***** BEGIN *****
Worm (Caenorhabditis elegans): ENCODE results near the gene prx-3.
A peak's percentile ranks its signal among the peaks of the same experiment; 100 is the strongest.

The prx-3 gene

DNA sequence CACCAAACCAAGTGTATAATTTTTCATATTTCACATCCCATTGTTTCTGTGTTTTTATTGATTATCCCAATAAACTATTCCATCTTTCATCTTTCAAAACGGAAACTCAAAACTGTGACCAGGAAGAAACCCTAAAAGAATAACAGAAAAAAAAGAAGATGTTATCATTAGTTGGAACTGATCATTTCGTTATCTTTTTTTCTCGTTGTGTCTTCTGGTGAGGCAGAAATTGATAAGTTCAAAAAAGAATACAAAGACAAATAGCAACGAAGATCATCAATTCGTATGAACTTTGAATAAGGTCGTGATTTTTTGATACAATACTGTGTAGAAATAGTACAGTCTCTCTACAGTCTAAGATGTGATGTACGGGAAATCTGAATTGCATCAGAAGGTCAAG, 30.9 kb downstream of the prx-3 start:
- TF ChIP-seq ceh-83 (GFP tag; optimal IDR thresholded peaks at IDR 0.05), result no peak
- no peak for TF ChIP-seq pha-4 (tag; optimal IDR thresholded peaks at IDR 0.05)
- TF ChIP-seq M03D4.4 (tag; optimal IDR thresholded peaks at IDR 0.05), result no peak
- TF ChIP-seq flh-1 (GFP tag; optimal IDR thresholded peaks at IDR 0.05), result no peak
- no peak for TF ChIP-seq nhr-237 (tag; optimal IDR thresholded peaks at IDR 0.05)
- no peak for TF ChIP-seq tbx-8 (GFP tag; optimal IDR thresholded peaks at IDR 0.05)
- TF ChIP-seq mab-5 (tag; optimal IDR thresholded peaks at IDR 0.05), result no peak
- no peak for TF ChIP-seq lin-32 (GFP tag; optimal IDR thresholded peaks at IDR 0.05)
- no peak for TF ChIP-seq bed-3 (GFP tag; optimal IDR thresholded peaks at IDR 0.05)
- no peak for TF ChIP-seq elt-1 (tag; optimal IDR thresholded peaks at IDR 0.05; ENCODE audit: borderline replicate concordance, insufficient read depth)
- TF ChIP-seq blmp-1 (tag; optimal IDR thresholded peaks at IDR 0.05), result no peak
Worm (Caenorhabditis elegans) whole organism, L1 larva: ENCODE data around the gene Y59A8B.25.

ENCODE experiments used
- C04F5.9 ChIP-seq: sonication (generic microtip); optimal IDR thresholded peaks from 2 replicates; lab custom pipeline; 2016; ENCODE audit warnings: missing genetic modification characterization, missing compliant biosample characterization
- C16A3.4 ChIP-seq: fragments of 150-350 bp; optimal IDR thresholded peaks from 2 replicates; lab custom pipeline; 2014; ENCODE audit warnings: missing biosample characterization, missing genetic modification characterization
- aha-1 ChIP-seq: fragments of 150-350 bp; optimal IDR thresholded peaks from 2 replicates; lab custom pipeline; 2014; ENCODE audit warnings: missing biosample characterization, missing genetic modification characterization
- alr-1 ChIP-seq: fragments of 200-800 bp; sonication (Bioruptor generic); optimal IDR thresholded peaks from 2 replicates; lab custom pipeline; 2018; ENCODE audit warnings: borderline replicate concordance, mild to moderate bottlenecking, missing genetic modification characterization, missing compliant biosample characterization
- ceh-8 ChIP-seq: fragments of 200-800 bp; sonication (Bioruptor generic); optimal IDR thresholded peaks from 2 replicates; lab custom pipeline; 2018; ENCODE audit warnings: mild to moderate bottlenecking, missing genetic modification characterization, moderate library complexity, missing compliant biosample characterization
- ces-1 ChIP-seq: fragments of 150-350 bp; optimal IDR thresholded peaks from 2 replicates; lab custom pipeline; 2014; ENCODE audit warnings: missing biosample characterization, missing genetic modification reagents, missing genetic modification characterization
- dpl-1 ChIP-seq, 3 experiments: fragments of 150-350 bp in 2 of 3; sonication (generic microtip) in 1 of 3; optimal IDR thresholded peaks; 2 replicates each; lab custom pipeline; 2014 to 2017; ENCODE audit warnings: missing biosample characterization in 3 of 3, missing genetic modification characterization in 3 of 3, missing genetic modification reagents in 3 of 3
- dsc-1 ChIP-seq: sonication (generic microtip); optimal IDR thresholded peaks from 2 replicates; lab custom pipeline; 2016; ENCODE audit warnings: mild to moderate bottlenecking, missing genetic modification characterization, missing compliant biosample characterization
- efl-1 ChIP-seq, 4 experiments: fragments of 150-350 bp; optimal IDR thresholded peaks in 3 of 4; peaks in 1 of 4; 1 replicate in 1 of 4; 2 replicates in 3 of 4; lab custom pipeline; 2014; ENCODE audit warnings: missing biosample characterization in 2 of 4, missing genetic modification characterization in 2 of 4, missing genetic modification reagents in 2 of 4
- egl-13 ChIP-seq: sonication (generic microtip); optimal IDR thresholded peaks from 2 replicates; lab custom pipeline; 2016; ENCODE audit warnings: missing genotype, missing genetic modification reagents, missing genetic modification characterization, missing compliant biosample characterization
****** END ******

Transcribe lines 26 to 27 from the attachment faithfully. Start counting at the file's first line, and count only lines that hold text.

- efl-1 ChIP-seq, 4 experiments: fragments of 150-350 bp; optimal IDR thresholded peaks in 3 of 4; peaks in 1 of 4; 1 replicate in 1 of 4; 2 replicates in 3 of 4; lab custom pipeline; 2014; ENCODE audit warnings: missing biosample characterization in 2 of 4, missing genetic modification characterization in 2 of 4, missing genetic modification reagents in 2 of 4
- egl-13 ChIP-seq: sonication (generic microtip); optimal IDR thresholded peaks from 2 replicates; lab custom pipeline; 2016; ENCODE audit warnings: missing genotype, missing genetic modification reagents, missing genetic modification characterization, missing compliant biosample characterization